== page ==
For the first time in my life, I can legitimately say that I spend at least 30% of my work time coding.
At first, it was just through my side project, Skilldom.org which I started building with a couple of friends. It was an excuse to learn how to code again and I have to say – it’s been a great experience. We released v0.1 (really, a proof of concept) a few weeks back and are already working on the beta product now.
However, what’s been really awesome is the transition I’ve been lucky to make at work. I work on the Business Operations team at Dropbox, which is a pretty unique group. Almost everyone has *some* technical background – at least enough to be taken seriously at a tech company. What’s interesting, though, is that the company and the group has created a way for anyone to come in and start adding value without being a burden.
When I wanted to run some experiments for our Business product’s site, and there weren’t enough engineers to build it, I was encouraged to just do it myself. It wasn’t just all talk. When I got down to it, I had my local VM running in a couple of days with very little engineering input and had my first production push under a week. I went from being a strategy/operations guy to coder within a matter of a week. Not only did the engg. lead, who helped me, not freak out, he patiently guided me through the process and helped build my confidence.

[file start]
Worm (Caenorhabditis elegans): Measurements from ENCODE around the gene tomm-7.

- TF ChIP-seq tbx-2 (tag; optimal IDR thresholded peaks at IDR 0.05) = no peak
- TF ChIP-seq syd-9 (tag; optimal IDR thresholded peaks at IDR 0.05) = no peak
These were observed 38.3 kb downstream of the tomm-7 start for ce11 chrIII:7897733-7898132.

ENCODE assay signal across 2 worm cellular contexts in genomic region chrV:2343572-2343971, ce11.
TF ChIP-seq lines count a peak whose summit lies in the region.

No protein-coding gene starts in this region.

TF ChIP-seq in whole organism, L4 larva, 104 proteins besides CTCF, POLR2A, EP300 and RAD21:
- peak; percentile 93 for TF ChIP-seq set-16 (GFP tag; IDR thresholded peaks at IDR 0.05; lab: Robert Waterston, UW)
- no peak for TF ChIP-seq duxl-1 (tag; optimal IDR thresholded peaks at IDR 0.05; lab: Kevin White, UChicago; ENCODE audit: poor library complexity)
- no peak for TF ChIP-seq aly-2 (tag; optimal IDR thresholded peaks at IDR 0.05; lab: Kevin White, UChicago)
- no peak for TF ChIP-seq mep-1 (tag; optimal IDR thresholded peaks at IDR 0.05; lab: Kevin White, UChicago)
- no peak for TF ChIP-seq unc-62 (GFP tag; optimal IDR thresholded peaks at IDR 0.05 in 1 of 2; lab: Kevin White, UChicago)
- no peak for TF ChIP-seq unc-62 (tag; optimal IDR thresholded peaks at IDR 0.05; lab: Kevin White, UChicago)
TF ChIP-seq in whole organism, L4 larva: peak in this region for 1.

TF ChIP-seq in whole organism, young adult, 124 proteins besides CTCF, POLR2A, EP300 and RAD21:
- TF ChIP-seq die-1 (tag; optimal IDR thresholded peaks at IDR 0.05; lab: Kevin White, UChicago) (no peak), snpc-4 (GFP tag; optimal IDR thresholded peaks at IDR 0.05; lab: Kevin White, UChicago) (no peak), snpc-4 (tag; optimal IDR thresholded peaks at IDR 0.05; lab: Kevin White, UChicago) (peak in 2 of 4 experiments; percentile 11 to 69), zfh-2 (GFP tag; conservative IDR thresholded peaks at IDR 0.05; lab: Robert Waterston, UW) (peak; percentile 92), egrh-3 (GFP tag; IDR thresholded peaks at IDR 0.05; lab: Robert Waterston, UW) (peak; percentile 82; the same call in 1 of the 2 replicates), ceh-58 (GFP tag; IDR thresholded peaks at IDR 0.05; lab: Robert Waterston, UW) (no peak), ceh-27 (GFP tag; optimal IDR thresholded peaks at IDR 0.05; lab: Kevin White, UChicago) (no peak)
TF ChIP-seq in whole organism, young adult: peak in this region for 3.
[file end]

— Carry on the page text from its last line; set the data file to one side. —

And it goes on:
That was about 2 months ago, and by now, my team jokingly refers to me as the “resident engineer”. I might not be anywhere close to the level that the awesome engineers at Dropbox perform at, but what’s been amazing about this journey is the willingness of the company and my colleagues to take risks with people. At the same time, the company’s built some awesome systems (really, from being a non engineer to pushing code in under a week is huge!) that help anyone come in and build great stuff, if they want to.